Is it wrong to be a “goody-goody” at school?

adriannaar asks: My friends are calling me a goody-goody and a teacher’s pet, just because I respect the teachers and help them and the office staff out. What should I do?

Hi adriannaar –


You know, we dogs get this all the time.  Other animals, whether the nobly independent wolves we’re descended from, or the snooty cats we like to chase, love to get on our cases.  “You do whatever your humans tell you!  You have no self-respect at all!  You hunt, pull sleds, find drugs, chase bad guys and foxes, protect homes, and then jump on your enslavers and give them kisses all the time!  You make us sick!”


Now this really hurts our feelings.  Why?  Because we see it completely differently.  We see our humans as great friends who take care of us and are so much smarter than we are, and we feel great when we’re doing jobs for our humans; in fact, and here’s what really matters here, we feel our best when we’re working with them.


Not that we don’t also love to get off the leash and run around being knuckleheads – oh we love that!  But we feel as good doing a great trick that a human taught us as a wolf does by scaring a person, or a cat does by ignoring one.  The big difference is that, after a haughty cat gets all cuddly and purry with their human, they’re a little embarrassed about it.  Whereas we pooches, after that, just want more!


So, adriannaar, when you help out at the school office, it makes you feel good.  You might even feel validated, which is a word that will only mean more to you as you get older (some humans spend their whole lives trying to feel validated; it’s very hard work!).  And right when you’re feeling good about yourself, having done a good job for these people you look up to, some other kids walk in and shame you for doing it!  What a drag!


This is especially tough at school.  Someone pointed out to me recently that school is the only place where humans are expected to be good at everything.  Think about it – is a professional athlete expected to know everything in a history book?  Is a great mathematician expected to be a perfect speller?  Does anyone care whether a great author can kick a goal from mid-field?


This means that you, like everyone else, go to school and feel judged all day, especially in areas you might not excel in.  So it’s totally natural for you to then want to feel great about something.  That teacher who might look sternly on you for getting an accent on the wrong syllable in French class might then really appreciate you helping him copy out homework papers.  And the gym teacher who winces every time you run the slowest lap probably says you’re great when you put all the mats in a pile.  And that feels good to you!  Of course it does!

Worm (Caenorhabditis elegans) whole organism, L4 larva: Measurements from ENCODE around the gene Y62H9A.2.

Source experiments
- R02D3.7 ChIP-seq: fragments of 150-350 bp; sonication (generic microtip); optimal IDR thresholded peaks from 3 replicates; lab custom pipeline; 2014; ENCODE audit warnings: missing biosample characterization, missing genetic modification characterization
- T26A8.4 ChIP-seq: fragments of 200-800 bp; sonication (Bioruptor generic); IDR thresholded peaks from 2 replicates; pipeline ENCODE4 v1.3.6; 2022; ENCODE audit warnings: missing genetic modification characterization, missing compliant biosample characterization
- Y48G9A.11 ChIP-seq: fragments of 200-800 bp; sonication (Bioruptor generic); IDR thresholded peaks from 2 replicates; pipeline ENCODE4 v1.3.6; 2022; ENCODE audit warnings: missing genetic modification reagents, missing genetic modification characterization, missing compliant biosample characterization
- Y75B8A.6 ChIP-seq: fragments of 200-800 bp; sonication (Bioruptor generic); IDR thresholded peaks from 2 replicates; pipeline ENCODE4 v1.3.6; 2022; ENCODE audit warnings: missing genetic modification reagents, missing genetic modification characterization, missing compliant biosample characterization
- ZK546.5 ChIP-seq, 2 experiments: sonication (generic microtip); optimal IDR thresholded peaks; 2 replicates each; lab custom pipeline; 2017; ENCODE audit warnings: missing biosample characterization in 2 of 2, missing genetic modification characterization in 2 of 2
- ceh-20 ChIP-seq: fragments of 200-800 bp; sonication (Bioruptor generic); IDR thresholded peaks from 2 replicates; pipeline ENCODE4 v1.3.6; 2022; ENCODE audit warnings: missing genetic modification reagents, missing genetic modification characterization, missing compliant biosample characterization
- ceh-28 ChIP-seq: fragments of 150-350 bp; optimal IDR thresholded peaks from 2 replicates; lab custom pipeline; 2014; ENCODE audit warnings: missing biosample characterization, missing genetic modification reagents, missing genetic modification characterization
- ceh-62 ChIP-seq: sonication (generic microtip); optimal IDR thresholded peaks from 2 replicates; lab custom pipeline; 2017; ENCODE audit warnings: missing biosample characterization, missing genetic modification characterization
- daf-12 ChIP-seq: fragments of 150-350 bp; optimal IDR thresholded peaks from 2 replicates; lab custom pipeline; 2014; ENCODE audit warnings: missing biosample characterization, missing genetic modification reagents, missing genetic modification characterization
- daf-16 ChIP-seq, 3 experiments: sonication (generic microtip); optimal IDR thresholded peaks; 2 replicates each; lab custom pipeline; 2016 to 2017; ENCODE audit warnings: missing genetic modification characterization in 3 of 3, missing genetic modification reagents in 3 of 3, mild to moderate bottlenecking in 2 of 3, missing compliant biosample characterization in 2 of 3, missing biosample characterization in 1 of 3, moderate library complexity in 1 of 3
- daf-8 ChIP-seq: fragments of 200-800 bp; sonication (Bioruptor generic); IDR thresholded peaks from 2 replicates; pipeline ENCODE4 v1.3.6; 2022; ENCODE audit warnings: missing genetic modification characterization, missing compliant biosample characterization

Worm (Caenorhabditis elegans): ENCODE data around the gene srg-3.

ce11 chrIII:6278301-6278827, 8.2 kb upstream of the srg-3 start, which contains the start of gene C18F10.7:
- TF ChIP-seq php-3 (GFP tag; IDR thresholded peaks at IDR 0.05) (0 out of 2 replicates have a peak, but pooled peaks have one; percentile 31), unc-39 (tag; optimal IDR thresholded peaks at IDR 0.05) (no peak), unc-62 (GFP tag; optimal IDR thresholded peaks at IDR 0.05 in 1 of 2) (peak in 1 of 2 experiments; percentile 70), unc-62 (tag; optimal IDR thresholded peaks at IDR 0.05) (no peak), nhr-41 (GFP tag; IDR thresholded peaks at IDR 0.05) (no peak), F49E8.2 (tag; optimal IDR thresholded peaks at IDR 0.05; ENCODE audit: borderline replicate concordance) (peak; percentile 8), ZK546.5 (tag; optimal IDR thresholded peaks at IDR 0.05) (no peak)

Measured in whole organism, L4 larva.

So does this mean the other kids are totally wrong?  Maybe, but maybe not.  Wouldn’t it be good for you to spend some of that time, that you’re giving to the office, out with other kids, being social and active?  It’s great that you don’t see your teachers as ‘the enemy,’ but do you have to be their only helpful friend?  Maybe you could help them out a little, and encourage someone else to help out too.


The kids who call you these names are being mean, and they know it.  They might want to see teachers as authority figures to rebel against, which feels good to them, and are putting you down for not seeing them that same way (just like the wolves and the cats put us down for our excited loyalty to our people).  So I’m not saying they’re right.  But it is possible that they might be pointing out an area where you’re doing something too easy.


So you’ll need to judge for yourself, but think about it for a second:  Are you only helping out because you really like to, or are you also avoiding other kinds of activities (maybe where you feel more judged by the other kids)?  If so, I really do encourage you to get out there and take more chances, and make more friends, and do more silly stuff.  That’s all such an important part of life!


But then, if you want to help out that nice math teacher clean their classroom, I’m the last one to tell you not to.  Who knows, maybe they’ll be willing to help you out a bit more before that next test, or say something good about you to the principal if you get in any trouble, or even have great things to say about you in a recommendation letter to a university or employer, just because you were so mature, responsible, helpful, and kind!




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